Blythewood Sanitarium

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Blythewood Sanitarium
Opened 1890
Closed 1960's
Current Status Demolished
Building Style Single Building
Location Greenwich, Connecticut


Blythewood Sanitarium opened as a private institution for the mentally disturbed in 1905 in Stamford, Connecticut. Established by Boss Tweed for wealthy patients as an escape from New York City, the facility was built on fifty acres of wooded land, split down the middle by a stream which lead to a nearby pond. At its peak, Blythewood had eight main buildings, eight cottages, a chapel, an occupational therapy building, and a small golf course.

Blythewood was not like the three other sanitariums of Greenwich (Brooklea Farm and Crest View). It was exclusive - catering to many wealthy socialites and costing nearly $200 a week in 1924. [1]

The patients were housed in four buildings. The main front building, described as a "gracious mansion with white columns [2] was the original house of the estate. The administrative center contained doctors' offices and a "graduate house" for patients who were soon to be discharged.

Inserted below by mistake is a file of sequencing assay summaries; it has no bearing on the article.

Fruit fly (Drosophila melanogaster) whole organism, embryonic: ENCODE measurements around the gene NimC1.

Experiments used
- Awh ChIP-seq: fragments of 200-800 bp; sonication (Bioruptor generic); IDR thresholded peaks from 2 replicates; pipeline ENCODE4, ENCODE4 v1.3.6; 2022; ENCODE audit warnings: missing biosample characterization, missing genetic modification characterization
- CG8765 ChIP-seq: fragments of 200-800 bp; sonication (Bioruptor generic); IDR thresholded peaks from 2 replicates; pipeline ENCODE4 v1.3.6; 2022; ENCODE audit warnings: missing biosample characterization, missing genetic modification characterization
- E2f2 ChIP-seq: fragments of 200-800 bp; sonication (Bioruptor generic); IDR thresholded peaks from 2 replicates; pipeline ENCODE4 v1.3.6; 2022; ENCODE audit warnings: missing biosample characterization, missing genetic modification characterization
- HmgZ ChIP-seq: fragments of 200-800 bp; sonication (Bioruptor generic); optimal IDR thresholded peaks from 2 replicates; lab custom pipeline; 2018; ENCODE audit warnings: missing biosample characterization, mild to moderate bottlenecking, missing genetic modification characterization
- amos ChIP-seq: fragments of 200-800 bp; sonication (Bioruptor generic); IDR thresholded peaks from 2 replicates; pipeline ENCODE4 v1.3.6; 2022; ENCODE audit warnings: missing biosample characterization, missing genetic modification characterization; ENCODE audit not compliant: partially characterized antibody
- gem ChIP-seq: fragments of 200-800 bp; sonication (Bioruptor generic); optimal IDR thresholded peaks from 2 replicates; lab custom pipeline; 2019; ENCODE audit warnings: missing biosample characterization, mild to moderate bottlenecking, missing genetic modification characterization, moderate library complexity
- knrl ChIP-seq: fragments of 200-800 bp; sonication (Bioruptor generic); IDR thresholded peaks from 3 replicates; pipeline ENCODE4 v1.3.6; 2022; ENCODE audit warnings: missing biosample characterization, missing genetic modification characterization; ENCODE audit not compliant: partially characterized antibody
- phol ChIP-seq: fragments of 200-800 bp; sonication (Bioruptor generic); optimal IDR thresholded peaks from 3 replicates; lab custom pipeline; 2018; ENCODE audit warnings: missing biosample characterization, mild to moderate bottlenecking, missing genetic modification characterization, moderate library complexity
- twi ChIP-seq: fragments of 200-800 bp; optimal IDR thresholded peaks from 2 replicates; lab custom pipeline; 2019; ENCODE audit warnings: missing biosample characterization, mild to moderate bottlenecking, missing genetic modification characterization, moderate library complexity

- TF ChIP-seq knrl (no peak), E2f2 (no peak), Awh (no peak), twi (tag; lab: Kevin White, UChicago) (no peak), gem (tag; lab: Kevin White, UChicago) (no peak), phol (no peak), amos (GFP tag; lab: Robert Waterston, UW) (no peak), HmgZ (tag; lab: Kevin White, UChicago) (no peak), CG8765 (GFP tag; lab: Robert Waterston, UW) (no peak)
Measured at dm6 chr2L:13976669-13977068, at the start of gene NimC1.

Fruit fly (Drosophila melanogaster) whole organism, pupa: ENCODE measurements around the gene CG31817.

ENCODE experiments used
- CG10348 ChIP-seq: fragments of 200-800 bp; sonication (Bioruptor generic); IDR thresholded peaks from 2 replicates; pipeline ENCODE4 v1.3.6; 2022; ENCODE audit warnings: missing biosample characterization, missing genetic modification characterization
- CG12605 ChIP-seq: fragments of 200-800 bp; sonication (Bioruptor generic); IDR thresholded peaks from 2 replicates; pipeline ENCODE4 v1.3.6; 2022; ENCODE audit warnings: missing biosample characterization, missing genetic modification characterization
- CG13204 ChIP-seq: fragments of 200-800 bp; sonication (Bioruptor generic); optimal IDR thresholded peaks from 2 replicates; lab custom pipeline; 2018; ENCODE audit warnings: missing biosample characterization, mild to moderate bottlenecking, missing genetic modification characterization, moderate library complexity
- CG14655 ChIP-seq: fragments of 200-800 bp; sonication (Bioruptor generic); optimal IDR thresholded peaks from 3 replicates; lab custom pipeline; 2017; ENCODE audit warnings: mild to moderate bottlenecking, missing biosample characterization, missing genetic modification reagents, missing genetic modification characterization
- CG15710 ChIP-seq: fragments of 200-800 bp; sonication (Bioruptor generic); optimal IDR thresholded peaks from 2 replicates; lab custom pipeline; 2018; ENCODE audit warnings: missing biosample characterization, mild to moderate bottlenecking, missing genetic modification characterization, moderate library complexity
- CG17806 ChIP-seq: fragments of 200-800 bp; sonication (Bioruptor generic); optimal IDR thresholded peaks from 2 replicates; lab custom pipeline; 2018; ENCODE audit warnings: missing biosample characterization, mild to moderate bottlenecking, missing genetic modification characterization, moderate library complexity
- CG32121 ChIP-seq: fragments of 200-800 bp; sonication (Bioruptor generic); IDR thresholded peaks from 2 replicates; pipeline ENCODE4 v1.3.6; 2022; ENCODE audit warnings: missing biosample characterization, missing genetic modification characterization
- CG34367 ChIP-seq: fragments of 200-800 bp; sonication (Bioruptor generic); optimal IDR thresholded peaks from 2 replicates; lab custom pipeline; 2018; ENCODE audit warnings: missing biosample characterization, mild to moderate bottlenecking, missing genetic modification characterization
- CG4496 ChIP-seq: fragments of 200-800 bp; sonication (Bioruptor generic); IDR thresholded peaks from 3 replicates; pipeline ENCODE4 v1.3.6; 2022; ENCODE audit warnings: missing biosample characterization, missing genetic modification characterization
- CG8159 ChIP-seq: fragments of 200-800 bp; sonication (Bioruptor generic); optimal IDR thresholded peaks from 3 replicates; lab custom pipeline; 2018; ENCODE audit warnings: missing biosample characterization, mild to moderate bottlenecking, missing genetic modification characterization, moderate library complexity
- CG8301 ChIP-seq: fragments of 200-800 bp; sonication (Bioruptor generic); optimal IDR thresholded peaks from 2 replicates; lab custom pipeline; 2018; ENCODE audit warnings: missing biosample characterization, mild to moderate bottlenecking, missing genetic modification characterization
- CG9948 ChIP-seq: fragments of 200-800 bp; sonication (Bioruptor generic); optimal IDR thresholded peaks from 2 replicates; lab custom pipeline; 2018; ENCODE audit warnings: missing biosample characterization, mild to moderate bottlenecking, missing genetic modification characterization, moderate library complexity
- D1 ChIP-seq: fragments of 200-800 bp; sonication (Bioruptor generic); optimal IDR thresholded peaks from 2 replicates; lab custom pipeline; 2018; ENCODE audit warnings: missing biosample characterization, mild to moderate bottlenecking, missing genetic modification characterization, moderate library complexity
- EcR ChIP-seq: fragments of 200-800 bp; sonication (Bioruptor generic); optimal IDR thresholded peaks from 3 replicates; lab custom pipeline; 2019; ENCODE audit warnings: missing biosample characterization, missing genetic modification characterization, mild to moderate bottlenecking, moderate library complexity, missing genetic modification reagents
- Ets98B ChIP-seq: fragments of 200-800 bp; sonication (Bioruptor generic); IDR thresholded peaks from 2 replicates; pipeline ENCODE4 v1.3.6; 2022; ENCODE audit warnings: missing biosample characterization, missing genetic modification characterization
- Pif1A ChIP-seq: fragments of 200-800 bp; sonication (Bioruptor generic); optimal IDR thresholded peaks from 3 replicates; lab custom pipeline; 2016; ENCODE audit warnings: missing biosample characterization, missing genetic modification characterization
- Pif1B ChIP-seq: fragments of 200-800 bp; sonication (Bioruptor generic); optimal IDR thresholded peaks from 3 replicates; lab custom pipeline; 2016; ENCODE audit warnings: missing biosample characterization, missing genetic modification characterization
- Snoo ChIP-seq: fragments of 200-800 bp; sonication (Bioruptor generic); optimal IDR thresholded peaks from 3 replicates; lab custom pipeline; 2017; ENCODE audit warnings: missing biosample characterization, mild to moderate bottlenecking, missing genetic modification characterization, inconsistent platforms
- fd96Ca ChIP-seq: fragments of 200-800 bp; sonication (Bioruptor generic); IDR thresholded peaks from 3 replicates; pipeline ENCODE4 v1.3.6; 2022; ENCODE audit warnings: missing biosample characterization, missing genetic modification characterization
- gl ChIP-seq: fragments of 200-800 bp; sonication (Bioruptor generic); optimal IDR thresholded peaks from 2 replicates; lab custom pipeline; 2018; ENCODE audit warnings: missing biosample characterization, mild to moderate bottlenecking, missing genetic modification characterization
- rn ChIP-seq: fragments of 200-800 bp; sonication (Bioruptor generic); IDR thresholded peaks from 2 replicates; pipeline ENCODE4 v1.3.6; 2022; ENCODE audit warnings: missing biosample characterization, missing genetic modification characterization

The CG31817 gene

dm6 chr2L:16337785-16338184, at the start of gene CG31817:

The Forrest Building was the main residence and services building. It was three stories tall with clapboard siding, large brick chimneys at either end, and green awnings above the windows. There was also a medical facilities unit and the Occupational Building where patients could do arts and crafts or play piano.

According to an account from Mrs. Marty Mann, patients were sent into a "lockup house" for observation after being admitted. Violent patients were moved into the "violent house," a small building far from the road. Patients would be sometimes be brought to this house in an ambulance and were restrained. Closer to the road was the "middle house". It had two floors, a finished attic, common rooms, and a small central dining room."

Mann also accounts:

"Though the sanitarium had been established as primarily a psychiatric facility, its location in Greenwich was ironic regarding services to alcoholics. The town, a moneyed, educated, urbane bedroom community of New York City, had a reputation for widespread inebriety. As late as 1979, the problem of alcoholism was so pronounced that national study, reported in the Greenwich Time of July 30, 1979, called Greenwich the alcoholic capital of America, second only perhaps to the San Fernando Valley of California."[3]

The facility closed some time in the 1960's and was demolished. The chapel was preserved, and still remains next to the Greenwich Baptist Church.

Images of Blythewood Sanitarium[edit]

Main Image Gallery: Blythewood Sanitarium


  1. Fleming, E. J. "The Life and Famous Death of MGM Director and Husband of Harlow." McFarland, 2009.
  2. Glimpses of Blythewood," The Blog of the Drug and Alcohol History Society. June 21, 2011. Accessed November 8th 2013.
  3. Glimpses of Blythewood," The Blog of the Drug and Alcohol History Society. June 21, 2011. Accessed November 8th 2013.